premises for defendant's commercial purposes, and thus he was an invitee of defendant. See Stitt
v Holland Abundant Life Fellowship, 462 Mich 591, 596-598, 603-604; 614 NW2d 88 (2000).
As our Supreme Court noted, "invitee status necessarily turns on the existence of an 'invitation.'"
Id. at 597-598. Defendant's contention that plaintiff should have gone elsewhere is simply
inconsistent with defendant's purpose in operating its gas station. The logical consequence of
defendant's argument would be the irrational conclusion that a business owner who invites
customers onto its premises would never have any liability to those for hazardous conditions as
long as the customers even technically had the option of declining the invitation. Although we
did not discuss the issue at the time, it is clear in retrospect that the plaintiff in Joyce, a former
live-in caregiver who was at the time merely removing her personal belongings from the
defendant's private residence, was a licensee to whom a lesser duty was owed. See Joyce, supra
at 233; Stitt, supra at 596.
Even if the record showed that plaintiff was aware of a realistic, safe alternative location
to purchase his fuel, coffee, and windshield washer fluid, where defendant has invited the public,
and by extension plaintiff, onto its premises for commercial purposes, we decline to absolve
defendant of its duty of care on that basis. To do so would be disingenuous. Therefore, we
conclude that the trial court appropriately denied defendant's motions.
We then turn to plaintiff 's cross-appeal. We first address plaintiff 's allegation that the
trial court erred in denying his motion for additur or a new trial on the asserted ground that the
jury's award of economic damages was irrational and unsupported by the evidence. We agree.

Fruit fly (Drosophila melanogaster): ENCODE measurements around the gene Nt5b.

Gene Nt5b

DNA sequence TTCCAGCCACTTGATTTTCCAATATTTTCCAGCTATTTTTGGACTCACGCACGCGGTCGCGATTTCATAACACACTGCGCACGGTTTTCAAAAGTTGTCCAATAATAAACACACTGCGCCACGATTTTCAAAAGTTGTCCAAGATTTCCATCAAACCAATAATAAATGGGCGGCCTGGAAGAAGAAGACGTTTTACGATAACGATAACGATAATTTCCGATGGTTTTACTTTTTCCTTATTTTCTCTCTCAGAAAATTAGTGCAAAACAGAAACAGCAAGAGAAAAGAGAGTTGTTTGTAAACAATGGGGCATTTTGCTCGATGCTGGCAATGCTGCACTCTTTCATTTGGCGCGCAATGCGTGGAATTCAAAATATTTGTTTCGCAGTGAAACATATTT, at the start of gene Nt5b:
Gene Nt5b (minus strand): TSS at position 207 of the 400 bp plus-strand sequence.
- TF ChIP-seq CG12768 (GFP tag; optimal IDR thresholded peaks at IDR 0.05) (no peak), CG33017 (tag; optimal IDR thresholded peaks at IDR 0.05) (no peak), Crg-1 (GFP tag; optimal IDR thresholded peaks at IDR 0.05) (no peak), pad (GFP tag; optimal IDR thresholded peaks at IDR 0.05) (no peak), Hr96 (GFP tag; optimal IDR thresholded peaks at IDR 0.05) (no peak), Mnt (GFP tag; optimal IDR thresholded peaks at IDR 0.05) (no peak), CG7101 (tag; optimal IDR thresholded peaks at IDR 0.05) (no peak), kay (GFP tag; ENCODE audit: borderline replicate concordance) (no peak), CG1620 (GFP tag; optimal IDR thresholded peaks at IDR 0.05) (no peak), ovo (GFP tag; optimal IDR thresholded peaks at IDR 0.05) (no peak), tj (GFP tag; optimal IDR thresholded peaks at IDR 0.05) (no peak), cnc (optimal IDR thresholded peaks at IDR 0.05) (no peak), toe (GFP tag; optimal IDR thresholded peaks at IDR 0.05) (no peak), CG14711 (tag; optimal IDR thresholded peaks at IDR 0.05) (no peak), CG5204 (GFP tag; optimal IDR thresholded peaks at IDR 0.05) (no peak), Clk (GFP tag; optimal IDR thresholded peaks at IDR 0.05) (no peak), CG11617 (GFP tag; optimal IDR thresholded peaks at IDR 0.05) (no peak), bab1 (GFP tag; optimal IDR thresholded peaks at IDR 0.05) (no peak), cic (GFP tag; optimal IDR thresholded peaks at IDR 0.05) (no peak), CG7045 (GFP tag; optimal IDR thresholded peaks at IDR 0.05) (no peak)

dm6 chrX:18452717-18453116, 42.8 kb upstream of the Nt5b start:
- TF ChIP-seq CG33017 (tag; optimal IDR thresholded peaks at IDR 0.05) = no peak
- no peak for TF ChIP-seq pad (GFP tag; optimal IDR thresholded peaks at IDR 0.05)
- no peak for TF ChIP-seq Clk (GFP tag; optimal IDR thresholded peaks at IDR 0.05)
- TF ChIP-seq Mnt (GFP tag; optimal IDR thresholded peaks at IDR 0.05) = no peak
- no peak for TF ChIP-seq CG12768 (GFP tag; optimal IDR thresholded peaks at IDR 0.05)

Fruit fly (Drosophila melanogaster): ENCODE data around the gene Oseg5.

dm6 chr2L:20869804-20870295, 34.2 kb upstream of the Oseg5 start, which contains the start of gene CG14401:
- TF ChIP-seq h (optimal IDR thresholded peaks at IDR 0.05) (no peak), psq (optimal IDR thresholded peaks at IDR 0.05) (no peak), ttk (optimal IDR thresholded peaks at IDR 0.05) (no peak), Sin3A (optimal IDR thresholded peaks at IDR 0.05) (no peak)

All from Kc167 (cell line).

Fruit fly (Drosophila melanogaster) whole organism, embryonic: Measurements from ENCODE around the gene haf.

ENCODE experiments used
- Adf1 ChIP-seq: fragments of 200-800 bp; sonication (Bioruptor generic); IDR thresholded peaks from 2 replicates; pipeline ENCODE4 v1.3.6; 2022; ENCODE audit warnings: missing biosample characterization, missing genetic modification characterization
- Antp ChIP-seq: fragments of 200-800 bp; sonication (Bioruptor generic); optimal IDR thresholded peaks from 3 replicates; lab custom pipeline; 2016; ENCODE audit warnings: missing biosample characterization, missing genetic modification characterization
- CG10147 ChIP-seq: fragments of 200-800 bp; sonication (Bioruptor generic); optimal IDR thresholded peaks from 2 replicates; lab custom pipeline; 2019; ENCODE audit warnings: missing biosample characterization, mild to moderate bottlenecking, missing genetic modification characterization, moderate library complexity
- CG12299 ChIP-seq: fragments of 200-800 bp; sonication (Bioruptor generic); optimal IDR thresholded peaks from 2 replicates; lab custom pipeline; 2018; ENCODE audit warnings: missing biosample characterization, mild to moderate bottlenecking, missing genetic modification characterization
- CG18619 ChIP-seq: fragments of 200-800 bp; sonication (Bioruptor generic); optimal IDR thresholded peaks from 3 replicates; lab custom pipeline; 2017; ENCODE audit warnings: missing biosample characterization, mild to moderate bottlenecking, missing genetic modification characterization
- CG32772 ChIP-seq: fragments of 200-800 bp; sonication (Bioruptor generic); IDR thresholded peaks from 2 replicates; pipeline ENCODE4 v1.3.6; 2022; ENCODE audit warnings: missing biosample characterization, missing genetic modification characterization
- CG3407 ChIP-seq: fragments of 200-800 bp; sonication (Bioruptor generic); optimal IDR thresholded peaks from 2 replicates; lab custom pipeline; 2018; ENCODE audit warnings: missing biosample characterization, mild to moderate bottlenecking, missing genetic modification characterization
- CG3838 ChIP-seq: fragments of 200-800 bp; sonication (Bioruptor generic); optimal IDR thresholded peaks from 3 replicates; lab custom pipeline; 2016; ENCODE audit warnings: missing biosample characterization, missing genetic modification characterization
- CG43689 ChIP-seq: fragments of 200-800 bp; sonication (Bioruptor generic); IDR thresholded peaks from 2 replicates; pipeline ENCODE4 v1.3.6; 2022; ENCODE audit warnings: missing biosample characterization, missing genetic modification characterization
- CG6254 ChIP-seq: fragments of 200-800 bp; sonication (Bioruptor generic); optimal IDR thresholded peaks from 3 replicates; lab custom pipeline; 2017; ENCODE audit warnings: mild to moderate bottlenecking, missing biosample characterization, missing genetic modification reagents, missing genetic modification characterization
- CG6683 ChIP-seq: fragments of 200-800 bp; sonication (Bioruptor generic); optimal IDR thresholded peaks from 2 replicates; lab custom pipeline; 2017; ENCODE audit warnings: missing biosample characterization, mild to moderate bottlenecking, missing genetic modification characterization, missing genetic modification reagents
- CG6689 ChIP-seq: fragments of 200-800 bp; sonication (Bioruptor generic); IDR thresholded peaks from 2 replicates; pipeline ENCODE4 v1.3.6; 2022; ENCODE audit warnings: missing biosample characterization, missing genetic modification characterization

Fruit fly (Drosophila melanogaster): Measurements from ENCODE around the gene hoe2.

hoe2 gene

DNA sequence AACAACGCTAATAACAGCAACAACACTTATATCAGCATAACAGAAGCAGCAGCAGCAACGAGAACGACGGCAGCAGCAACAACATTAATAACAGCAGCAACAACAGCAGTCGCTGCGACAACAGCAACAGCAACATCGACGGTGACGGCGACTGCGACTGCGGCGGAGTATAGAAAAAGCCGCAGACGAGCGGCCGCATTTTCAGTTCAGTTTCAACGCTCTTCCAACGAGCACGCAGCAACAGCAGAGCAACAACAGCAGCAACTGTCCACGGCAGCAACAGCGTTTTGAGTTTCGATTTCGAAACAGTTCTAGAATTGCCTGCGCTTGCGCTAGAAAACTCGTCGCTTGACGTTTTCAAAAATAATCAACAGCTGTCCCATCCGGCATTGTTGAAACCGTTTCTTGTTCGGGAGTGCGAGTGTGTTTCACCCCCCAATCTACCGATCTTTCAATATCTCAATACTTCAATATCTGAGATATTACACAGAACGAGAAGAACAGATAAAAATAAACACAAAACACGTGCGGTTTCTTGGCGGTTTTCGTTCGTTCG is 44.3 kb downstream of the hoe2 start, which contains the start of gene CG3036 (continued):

We review a denial of a motion for additur or a new trial for an abuse of discretion. Hill
v Sacka, 256, Mich App 443, 460; 666 NW2d 282 (2003). When reviewing for additur, the
appropriate inquiry is whether the evidence supports the jury's award. Setterington v Pontiac
Gen Hosp, 223 Mich App 594, 608; 568 NW2d 93 (1997). We will not overturn a verdict if
there is an interpretation of the evidence that provides a logical explanation for the jury's
findings. Bean v Directions Unlimited, Inc, 462 Mich 24, 31; 609 NW2d 567 (2000).
The trial court ruled as a matter of law that plaintiff 's reasonable and necessary medical
expenses were $120,256.07, so the parties did not present any evidence to the jury about medical
expenses. However, plaintiff presented evidence of lost wages and benefits, whereas defendant
presented evidence that plaintiff was disabled because of unrelated medical conditions. The trial
court instructed the jury to consider the amount of reasonable and necessary medical care,
treatment, and services, as well as loss of earning capacity. However, the jury returned a verdict
of only $86,000 for economic loss. We are unable to deduce any logical reason for this other
than jury confusion, because this sum closely resembles the amount plaintiff claimed to have lost
in wages and benefits, implying that the jury ignored the established sum of medical expenses.
The evidence does not support the jury's award. We are loath to engage in fact-finding here, so
we vacate that portion of the jury award relating to economic damages and remand for a trial
limited to that issue.
Plaintiff also argues that the trial court erred in refusing to grant additur or a new trial
regarding Sharon Robertson's award of $17,000 for noneconomic loss. We disagree. Plaintiff
merely presents a list of factors that were given to and considered by the jury. The evidence
rationally supports the award.
In light of our decision to vacate the jury's award of economic loss and remand for a new
trial on that issue, we see no need to address plaintiff 's remaining issues. We do not retain
Meter, J., concurred.
/s/ Alton T. Davis
/s/ Patrick M. Meter